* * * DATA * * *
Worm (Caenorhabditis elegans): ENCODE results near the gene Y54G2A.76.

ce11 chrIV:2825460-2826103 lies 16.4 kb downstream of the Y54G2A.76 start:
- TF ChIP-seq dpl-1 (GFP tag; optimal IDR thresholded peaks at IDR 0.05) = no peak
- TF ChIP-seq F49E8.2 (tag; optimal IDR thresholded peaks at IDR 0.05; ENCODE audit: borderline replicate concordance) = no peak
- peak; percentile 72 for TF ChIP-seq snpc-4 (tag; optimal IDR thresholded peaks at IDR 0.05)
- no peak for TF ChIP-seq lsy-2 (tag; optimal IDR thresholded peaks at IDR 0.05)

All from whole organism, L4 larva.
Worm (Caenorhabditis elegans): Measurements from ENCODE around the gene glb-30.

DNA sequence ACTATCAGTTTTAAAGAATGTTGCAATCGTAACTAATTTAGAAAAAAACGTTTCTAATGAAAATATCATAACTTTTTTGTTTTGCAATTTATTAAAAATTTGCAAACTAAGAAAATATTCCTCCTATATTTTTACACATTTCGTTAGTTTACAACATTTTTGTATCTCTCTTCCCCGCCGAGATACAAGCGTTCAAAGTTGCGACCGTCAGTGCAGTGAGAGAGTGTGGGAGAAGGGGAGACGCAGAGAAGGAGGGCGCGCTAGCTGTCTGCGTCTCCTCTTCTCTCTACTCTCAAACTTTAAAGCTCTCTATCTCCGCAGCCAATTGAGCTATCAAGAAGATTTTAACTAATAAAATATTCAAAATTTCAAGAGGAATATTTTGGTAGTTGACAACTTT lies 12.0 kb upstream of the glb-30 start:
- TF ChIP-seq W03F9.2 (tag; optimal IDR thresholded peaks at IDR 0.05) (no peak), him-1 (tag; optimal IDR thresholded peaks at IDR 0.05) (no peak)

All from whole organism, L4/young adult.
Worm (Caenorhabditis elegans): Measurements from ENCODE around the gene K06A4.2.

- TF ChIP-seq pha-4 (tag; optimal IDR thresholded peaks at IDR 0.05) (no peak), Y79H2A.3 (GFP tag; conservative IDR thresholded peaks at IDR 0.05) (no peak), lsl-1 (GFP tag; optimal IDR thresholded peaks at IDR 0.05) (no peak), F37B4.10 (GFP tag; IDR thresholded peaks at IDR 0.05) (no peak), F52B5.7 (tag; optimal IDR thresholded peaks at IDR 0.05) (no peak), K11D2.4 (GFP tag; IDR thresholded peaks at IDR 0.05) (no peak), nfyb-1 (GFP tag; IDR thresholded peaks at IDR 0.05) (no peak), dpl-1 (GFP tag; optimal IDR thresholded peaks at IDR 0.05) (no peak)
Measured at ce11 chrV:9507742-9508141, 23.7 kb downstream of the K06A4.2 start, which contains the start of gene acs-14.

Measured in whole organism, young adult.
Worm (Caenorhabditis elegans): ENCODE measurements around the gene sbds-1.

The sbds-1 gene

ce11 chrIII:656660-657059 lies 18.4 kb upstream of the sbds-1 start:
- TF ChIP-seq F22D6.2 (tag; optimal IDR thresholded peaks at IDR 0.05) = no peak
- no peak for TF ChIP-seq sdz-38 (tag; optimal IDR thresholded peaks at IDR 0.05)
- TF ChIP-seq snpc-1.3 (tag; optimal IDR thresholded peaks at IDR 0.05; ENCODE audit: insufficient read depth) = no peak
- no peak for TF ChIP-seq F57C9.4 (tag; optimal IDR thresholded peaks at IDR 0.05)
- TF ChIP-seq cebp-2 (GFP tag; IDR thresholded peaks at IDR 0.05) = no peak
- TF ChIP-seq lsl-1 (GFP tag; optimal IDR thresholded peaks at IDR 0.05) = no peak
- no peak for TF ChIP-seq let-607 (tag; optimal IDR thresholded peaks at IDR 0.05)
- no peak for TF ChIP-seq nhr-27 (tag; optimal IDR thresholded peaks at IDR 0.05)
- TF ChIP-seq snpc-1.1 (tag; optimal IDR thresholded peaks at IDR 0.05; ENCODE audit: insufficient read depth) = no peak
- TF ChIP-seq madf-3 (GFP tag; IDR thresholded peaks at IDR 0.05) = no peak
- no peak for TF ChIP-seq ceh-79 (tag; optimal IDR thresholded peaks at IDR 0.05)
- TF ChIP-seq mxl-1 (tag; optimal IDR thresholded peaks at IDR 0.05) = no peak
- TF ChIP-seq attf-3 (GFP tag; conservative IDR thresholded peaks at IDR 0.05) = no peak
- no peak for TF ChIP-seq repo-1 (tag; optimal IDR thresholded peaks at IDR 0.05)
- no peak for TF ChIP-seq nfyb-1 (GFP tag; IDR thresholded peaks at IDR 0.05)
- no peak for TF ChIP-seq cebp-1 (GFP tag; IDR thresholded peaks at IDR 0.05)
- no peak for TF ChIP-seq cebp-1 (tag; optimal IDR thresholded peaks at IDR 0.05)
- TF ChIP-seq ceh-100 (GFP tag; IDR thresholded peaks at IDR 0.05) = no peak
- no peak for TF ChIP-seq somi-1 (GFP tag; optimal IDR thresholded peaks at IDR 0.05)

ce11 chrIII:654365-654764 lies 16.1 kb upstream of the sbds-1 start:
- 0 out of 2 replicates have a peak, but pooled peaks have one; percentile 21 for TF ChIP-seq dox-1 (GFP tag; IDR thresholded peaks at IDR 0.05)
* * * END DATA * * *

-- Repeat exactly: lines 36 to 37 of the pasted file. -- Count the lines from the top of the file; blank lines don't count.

- TF ChIP-seq ceh-100 (GFP tag; IDR thresholded peaks at IDR 0.05) = no peak
- no peak for TF ChIP-seq somi-1 (GFP tag; optimal IDR thresholded peaks at IDR 0.05)